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Long Range Toddy looking to rebound at Indiana Derby

Willis Horton’s three-year-old colt, Long Range Toddy,receiving a bath this week at Indiana Grand.


On his day, Willis Horton’s 3-year-old colt Long Range Toddy has shown he can compete with the best of his contemporaries, as when he defeated the well-regarded California invader Improbable to capture Oaklawn Park’s Grade 2 Rebel Stakes in March.

Long Range Toddy has found the going tougher in subsequent starts — including being mugged in the melee that broke out at the five-sixteenths pole of the Kentucky Derby — but has the opportunity to hit reset in Saturday’s $500,000 Indiana Derby at Indiana Grand.

“I don’t know how to explain him,” said Hall of Fame trainer Steve Asmussen. “He’s a blue-collar guy who doesn’t look for any excuses and doesn’t need any.”

Long Range Toddy, a son of Take Charge Indy, had an admirably consistent 2-year-old season, going 3 for 4 with a pair of stakes victories at Oklahoma’s Remington Park. Moving on to Oaklawn, he was second by a neck and third by two lengths in the track’s first two Kentucky Derby preps before taking the Rebel. He was sixth in the slop in the Arkansas Derby but easily had the points to get into the Kentucky Derby.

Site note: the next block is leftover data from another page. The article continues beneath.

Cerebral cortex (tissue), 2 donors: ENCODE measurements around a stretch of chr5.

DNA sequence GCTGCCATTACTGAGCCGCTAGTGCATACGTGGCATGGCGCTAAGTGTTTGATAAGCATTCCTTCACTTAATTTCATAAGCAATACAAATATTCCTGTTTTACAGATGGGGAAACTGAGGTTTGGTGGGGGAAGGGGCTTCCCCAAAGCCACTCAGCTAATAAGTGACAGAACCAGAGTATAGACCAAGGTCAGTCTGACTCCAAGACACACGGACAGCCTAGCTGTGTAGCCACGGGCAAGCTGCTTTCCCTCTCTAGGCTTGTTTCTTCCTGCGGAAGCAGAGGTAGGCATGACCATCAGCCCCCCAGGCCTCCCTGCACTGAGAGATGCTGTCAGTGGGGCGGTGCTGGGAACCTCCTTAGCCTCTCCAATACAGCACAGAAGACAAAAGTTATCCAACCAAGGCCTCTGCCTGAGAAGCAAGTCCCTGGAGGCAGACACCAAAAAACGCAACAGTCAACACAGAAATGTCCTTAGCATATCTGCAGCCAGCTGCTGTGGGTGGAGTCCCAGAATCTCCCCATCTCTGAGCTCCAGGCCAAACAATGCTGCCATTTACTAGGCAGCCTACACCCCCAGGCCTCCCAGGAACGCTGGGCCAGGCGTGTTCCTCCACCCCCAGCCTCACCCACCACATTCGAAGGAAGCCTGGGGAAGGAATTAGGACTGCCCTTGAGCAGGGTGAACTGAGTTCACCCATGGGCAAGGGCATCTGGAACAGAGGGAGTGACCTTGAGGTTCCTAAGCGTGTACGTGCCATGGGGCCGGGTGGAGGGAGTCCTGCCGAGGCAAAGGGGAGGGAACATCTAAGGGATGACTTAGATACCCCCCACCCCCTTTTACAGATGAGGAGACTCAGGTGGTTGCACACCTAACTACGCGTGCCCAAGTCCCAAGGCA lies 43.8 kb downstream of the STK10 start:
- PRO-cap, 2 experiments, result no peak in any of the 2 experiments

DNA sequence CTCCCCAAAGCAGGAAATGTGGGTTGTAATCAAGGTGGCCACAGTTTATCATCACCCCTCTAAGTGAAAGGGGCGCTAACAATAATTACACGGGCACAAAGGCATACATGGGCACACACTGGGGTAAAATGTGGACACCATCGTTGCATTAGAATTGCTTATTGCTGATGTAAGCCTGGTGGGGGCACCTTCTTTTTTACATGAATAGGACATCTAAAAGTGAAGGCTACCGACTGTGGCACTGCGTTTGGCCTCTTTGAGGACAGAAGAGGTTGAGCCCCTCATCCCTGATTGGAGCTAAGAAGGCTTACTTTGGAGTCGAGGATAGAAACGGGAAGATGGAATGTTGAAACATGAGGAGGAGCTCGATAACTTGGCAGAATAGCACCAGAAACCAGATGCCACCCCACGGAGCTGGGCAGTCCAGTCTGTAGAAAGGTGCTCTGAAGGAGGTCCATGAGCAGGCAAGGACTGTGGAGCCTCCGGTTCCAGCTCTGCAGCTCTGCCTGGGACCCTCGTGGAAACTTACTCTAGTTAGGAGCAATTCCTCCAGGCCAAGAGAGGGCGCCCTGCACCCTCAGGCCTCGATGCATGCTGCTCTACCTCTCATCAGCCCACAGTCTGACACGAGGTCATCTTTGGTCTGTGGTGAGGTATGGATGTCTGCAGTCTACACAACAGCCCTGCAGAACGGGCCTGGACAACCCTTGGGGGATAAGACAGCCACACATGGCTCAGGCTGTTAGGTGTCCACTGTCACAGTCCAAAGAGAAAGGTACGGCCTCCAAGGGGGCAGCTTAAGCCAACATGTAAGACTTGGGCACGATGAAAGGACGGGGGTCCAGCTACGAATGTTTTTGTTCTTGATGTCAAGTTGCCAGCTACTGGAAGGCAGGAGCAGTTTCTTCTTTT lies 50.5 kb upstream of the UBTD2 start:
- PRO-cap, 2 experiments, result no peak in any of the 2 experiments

Long Range Toddy felt the full brunt of the Derby demolition that saw the historic disqualification of first-place finisher Maximum Security to 17th for interference. Under Kentucky rules, Maximum Security had to be placed behind all the horses he was determined to have impeded, which put him behind Long Range Toddy — not that it was any consolation to Long Range Toddy’s camp to be moved up to 16th.

“The horse got banged around not just once or twice but three times,” said jockey Jon Court. “Actually I counted a total of four times that I made contact serious enough to knock the horse off stride. Some of them were incredibly severe. It just takes a lot out of a horse. There are some horses that overcome such infractions, but he was not one of them and not many horses can overcome that many. He was getting bounced between horses, and it just takes a lot out of them. I’m just grateful that he came out of it more or less unscathed with serious injury.”

In his lone start since the Derby, Long Range Toddy was a distant third in the Ohio Derby won by the well-regarded Owendale, who narrowly defeated Indiana Derby contender Math Wizard.

“He got a little tired; he hadn’t run since the Derby,” Asmussen said. “We kind of backed off of him a little bit after that eventful race. We feel he’s training well, and the Indiana Derby is a very good spot for him.”

Court, a two-time meet leader in the early years of Hoosier Park when that track had Thoroughbred racing, is looking for his third victory in the Indiana Derby and his first at Indiana Grand. Court won the Indiana Derby aboard Perfect Drift in 2001 and Excessivepleasure the next year. With the mount on Long Range Toddy, he’ll tie the injured Robby Albarado for the most appearances in the Indiana Derby at 11.